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We got through the first 3 adventures in the base set yesterday. We have played PACG before though this was our first foray into Wrath of the Righteous. I am going to agree with the poster on this one, spellcasters are not worth it. We had to play every scenario twice to beat it.

The second time we played the second quest I lost Kyra thanks to the damn Arboreal Blight trap. She was sitting at another location because she couldn't take another hit and her 3 cure spells were all in the discard pile. The tree smacked her into oblivion.

The second time we played the 3rd quest Kyra's replacement, Shardra, was killed off. A barrier came up that sent a demon against random characters. She was sitting at a closed location passing her turn because she couldn't get her cure spell from her deck. We rolled off and 2 went for her. She was hit around and come her turn couldn't replenish her hand. She died with Cure in hand.

So, yeah, spell casters have been worthless for us. Enora barely escaped death each game by hiding out in closed locations. She would have died had we rolled for her and not Shardra. One or two bad die rolls kills off a caster with their huge hands and no armor whereas a stumble or two with an armored warrior with a 4-card hand can be easily brushed off.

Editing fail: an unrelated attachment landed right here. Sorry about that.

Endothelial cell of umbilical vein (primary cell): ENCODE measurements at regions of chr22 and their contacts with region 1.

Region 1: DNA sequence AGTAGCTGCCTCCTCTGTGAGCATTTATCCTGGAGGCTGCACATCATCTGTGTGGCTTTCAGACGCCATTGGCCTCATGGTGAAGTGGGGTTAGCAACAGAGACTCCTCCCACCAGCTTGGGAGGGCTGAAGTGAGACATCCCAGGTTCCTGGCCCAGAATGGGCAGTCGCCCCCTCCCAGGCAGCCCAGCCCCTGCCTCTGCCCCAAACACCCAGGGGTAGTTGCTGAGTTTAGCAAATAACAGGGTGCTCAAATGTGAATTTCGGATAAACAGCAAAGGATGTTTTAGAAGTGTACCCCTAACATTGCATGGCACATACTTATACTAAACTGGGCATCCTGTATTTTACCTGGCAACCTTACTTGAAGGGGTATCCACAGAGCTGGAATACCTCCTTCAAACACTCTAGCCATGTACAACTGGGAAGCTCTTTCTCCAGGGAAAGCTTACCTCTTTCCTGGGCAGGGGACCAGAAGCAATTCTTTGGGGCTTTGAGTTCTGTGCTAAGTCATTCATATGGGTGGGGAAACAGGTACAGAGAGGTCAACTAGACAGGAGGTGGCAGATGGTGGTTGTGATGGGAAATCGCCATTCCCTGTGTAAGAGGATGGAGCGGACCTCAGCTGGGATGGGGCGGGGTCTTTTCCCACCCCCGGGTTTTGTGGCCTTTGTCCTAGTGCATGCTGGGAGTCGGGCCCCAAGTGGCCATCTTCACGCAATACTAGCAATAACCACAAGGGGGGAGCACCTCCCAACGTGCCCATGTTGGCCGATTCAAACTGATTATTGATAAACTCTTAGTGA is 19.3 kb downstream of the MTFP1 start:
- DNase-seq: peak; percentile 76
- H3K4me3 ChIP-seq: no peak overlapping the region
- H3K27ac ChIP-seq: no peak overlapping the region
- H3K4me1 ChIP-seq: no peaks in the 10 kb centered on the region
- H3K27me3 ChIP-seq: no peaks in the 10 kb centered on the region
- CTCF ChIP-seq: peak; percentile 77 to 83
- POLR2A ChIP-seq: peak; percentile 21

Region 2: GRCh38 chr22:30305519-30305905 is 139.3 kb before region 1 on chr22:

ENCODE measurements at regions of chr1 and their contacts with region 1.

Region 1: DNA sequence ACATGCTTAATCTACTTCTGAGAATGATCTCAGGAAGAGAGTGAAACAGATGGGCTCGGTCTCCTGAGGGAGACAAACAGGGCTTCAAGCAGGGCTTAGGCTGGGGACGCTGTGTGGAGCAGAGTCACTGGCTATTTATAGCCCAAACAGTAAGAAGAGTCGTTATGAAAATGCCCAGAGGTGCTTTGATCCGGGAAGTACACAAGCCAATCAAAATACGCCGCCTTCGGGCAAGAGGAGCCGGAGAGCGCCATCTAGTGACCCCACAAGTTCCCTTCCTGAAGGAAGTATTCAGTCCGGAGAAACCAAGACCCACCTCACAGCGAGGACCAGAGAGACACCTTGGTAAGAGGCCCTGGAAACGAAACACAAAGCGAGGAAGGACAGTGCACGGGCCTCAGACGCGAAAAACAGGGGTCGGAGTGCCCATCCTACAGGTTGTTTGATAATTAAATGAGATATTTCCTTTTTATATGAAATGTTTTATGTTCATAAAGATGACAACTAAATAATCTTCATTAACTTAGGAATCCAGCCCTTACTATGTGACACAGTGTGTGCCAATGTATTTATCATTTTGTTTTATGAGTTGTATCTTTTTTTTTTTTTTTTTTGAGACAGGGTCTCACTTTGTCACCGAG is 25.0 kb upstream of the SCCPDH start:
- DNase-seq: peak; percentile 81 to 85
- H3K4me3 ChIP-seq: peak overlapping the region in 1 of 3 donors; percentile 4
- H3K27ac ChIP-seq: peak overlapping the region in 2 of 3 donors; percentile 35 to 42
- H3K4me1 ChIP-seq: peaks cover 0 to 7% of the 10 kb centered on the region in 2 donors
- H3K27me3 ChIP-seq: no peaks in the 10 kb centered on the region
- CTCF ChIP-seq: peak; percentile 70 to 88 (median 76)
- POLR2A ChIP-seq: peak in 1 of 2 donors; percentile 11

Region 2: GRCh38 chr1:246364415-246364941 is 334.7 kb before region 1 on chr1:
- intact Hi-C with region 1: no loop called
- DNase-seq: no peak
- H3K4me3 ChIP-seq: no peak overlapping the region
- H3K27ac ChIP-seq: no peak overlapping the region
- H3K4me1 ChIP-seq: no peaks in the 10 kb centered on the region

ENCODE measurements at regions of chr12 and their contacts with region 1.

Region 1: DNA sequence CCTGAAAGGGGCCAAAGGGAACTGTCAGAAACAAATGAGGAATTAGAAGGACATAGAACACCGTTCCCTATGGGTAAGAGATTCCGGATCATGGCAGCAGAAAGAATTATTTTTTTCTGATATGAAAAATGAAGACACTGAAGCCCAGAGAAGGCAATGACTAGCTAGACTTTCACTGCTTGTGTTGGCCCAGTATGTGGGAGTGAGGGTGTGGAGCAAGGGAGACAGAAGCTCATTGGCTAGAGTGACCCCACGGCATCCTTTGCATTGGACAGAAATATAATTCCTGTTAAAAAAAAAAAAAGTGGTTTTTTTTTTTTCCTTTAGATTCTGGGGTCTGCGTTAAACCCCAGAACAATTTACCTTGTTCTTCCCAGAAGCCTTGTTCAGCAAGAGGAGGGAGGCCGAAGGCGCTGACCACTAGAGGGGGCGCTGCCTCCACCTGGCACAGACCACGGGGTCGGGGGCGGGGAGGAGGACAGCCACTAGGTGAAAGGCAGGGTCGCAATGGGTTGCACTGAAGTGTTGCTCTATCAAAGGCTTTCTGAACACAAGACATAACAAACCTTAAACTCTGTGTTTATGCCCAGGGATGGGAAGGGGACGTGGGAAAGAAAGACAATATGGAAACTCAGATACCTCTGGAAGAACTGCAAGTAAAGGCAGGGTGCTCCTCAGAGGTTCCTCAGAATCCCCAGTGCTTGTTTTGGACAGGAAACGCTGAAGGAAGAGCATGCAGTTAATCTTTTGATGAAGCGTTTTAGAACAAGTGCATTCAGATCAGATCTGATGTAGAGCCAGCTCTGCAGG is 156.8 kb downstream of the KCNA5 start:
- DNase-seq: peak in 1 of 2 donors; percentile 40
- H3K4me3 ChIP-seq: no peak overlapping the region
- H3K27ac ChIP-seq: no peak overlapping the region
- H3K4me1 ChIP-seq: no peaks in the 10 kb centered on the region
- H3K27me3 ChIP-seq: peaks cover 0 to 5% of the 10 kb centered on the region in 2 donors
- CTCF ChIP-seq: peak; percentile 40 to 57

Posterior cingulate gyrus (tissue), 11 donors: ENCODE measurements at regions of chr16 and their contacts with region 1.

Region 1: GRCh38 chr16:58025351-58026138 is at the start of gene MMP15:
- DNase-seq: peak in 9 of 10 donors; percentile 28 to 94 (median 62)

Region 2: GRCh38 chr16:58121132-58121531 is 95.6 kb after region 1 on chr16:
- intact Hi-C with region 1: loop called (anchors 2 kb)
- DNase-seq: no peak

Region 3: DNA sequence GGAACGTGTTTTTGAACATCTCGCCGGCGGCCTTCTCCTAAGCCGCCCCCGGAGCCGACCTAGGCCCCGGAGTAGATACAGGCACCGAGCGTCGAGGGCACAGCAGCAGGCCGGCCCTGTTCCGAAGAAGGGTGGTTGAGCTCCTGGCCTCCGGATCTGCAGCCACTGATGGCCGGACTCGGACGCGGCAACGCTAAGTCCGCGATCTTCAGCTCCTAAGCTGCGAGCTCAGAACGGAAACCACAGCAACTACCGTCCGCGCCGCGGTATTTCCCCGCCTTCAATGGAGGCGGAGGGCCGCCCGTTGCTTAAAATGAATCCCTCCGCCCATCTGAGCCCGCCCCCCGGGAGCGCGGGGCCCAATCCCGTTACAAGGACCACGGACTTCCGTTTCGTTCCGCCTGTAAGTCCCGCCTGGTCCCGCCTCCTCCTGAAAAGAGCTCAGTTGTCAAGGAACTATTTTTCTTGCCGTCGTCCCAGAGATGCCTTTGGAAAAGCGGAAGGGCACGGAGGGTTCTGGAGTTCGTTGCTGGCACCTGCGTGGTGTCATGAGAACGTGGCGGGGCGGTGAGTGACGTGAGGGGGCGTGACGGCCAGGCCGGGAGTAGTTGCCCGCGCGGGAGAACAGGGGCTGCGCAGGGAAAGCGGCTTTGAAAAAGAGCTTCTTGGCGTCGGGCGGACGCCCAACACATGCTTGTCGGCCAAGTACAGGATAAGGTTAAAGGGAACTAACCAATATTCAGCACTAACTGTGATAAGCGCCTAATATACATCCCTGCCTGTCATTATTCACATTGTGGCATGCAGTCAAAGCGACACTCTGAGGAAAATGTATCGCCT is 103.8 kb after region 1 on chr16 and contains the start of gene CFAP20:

If the spell casters cannot survive searching in locations that have monsters, or even sitting around empty locations thanks to barriers that hit everyone, then we are not going to bring them along anymore. The 30-card blessing timer deck is too short to allow someone to waste turns because another cheap shot from first attacking enemies will kill them.
 
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Brian M
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IIRC, there's an errata that those horrible Arboreal Blights should not be in the initial set of cards and a recommendation to swap them with a barrier from the first quest pack.

There's a ton of errata for the game. Worth looking at.
 
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Robert Ahearne
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Not exactly.

In the FAQ, there is a suggestion as to how to make the B adventures easier, if you want that. It is not a suggestion that everyone should do this. Here's that FAQ

Arguably the Wrath B scenarios are miscalibrated. People have made a good case that it's more manageable to mix in the Deck 1 cards and complete Adventure 1 before assailing the B adventure. A tip: if you have 4 or fewer characters in your party, do not mix in the C deck. Another tip: Make sure you understand how Vinst works when playing B-2.

Wrath actually gets easier after B. The power of the characters increases faster than the difficulty of the scenarios. Still, too many Arboreal Blights and/or Demonic Hordes will always slow you down or stop you, and the Army henchmen can be nearly impossible to defeat with certain 5- and 6-character parties.